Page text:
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21 Apr 2010
Last month a bill in the Israeli Knesset would have required ISPs to provide portable e-mail addresses, analogous to portable phone numbers that one can take from one phone company to the other. As I noted at the time, e-mail works differently from telephone calls, and portability would be difficult, expensive, and unreliable. So I was wondering, idly, if we really wanted to provide portable e-mail addresses, how hard would it be?
Telephone number portability works by looking up the number in a global shared database before routing each call. The Internet has a global shared database in the DNS, and each time a mail message is sent, the sending system looks up each recipient address in the DNS to see how to route it. But the lookups are just for the domain name, the part after the @ sign, not for the whole address.
If we could adjust the syntax of mail addresses so both the user part and the domain got a DNS lookup, then it would be technically straightforward to port an address from one provider to another. I realized that some mail systems have done this all along. If someone's mail address were firstname.lastname@example.org we can put the user name into the domain, and make the address email@example.com, where the something is arbitrary. I've offered this option to my users for years, as a way to do tagged addresses, with the new form of the address equivalent to firstname.lastname@example.org at delivery time, something that turns out to take one line of code to implement in the mail system I use.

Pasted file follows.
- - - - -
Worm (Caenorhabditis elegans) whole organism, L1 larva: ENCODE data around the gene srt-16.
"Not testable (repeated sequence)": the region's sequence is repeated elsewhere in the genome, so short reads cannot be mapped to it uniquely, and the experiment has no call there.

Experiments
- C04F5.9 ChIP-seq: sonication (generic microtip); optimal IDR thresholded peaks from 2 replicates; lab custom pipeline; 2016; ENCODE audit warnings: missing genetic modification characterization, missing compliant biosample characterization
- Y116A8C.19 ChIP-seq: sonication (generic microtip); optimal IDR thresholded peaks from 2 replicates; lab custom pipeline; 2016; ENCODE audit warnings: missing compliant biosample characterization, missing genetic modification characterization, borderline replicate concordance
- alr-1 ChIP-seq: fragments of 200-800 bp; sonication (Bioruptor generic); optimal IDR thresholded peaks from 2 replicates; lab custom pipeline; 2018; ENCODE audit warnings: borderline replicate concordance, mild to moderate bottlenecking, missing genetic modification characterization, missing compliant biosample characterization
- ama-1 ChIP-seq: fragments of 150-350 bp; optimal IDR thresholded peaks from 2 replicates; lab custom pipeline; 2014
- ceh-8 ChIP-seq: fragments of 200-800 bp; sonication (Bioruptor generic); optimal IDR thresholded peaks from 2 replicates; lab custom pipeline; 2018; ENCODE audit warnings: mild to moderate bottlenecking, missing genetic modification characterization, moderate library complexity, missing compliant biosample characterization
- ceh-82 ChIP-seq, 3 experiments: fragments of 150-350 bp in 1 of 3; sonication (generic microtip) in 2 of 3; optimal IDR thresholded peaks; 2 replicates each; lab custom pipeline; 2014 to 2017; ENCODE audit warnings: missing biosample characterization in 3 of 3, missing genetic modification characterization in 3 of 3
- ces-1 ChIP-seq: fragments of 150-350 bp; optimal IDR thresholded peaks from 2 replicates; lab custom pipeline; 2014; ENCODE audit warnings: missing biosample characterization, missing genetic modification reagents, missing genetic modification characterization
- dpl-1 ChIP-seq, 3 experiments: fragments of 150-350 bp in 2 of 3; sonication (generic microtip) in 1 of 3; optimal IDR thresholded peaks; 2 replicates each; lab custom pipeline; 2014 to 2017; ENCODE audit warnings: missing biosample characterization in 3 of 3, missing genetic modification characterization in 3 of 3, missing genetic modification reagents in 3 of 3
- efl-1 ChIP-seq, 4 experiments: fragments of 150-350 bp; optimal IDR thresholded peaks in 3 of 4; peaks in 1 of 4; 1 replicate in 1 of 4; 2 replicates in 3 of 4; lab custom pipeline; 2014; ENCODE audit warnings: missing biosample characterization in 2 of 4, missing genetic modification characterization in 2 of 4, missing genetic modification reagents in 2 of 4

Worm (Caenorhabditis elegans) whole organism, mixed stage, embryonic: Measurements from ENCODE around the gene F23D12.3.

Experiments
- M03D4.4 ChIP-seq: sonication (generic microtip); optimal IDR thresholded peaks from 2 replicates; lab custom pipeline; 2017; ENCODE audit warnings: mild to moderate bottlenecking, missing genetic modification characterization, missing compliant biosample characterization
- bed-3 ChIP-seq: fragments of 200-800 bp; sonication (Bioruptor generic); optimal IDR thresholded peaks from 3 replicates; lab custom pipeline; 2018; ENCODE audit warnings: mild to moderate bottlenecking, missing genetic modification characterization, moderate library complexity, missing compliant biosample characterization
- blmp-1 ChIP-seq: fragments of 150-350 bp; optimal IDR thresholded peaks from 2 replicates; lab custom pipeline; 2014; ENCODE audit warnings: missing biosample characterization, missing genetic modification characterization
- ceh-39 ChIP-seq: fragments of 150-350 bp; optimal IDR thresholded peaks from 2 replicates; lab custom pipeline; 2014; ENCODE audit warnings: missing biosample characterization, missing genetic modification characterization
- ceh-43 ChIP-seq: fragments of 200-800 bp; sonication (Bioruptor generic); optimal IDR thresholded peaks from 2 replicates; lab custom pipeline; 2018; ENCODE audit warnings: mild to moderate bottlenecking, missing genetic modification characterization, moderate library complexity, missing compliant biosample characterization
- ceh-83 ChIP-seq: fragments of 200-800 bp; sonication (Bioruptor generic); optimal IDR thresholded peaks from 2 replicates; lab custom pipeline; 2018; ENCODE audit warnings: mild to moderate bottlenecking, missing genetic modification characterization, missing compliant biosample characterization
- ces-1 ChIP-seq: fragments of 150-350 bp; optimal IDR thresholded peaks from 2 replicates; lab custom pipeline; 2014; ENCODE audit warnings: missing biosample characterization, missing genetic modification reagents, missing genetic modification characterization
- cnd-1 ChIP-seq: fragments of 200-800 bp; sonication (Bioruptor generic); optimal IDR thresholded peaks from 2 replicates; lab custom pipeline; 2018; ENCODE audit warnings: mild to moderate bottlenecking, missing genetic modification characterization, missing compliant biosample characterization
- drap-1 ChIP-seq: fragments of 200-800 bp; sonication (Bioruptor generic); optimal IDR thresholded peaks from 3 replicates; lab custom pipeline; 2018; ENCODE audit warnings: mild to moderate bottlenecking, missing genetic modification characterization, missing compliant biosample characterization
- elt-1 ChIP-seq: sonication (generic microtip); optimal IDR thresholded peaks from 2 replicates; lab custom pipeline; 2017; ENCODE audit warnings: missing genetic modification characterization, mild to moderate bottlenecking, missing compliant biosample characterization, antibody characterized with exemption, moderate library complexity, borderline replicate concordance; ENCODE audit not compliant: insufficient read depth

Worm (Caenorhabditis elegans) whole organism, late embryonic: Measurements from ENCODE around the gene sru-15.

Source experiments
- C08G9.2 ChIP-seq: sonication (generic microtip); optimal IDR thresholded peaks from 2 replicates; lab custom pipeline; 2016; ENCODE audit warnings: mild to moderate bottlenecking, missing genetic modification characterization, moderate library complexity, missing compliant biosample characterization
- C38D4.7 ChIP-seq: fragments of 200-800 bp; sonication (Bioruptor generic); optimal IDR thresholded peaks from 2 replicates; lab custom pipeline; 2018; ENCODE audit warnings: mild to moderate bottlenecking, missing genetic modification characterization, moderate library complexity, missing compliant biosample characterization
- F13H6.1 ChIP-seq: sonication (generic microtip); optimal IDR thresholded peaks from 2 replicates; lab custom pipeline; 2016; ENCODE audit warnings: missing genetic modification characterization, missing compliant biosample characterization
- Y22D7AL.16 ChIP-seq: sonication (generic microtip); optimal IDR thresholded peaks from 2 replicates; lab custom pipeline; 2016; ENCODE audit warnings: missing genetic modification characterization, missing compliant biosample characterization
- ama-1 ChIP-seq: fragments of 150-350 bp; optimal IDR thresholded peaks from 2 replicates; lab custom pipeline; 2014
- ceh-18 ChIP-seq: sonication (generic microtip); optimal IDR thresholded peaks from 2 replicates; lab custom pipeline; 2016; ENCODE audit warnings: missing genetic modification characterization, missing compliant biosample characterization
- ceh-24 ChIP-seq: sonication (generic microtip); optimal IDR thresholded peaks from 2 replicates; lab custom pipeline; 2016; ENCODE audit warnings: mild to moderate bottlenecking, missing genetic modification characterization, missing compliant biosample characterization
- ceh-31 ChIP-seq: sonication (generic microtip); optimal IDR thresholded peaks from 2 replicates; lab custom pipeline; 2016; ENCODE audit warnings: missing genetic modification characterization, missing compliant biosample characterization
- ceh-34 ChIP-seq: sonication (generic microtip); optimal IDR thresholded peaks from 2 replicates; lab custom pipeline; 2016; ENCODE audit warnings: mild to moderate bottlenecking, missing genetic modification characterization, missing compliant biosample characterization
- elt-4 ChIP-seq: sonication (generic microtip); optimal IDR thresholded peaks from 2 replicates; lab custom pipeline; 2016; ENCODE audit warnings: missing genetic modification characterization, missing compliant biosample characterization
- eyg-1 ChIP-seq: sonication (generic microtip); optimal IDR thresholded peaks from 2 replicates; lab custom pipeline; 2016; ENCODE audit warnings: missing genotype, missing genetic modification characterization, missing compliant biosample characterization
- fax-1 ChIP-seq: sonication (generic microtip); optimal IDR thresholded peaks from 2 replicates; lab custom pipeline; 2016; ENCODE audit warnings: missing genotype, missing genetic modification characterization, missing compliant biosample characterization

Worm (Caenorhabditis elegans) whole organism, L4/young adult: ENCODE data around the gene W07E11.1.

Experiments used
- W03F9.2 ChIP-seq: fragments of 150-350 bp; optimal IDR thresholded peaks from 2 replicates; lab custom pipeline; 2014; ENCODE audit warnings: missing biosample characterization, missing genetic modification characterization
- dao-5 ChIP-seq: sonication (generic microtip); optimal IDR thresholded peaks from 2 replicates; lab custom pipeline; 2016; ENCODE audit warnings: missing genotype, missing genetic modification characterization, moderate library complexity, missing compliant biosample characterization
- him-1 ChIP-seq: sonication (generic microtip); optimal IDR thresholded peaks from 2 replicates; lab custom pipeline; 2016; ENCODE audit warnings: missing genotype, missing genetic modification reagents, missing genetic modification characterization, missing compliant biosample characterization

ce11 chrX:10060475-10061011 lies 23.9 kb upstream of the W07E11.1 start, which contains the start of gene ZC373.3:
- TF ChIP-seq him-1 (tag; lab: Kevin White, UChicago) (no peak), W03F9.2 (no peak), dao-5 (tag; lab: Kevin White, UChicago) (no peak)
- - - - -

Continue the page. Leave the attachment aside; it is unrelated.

Several ISPs offer user mail addresses in this form. Panix in New York and Demon Internet in London have done so since the early 1990s, and there are probably others I haven't run into. All of them do this to provide multiple addresses for their users, but with some degree (well, a large degree) of adminsitrative effort, they could arrange their DNS so that specific users' mail is delivered to other mail systems.
If you know in advance that you want to keep your mail address when you switch ISPs, you can register your own domain for $10 - $15/yr, but for people who aren't that adventurous, mail addresses with the user name after the @ sign offer, in principle, portable addresses too.
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The @ sign isn't going away
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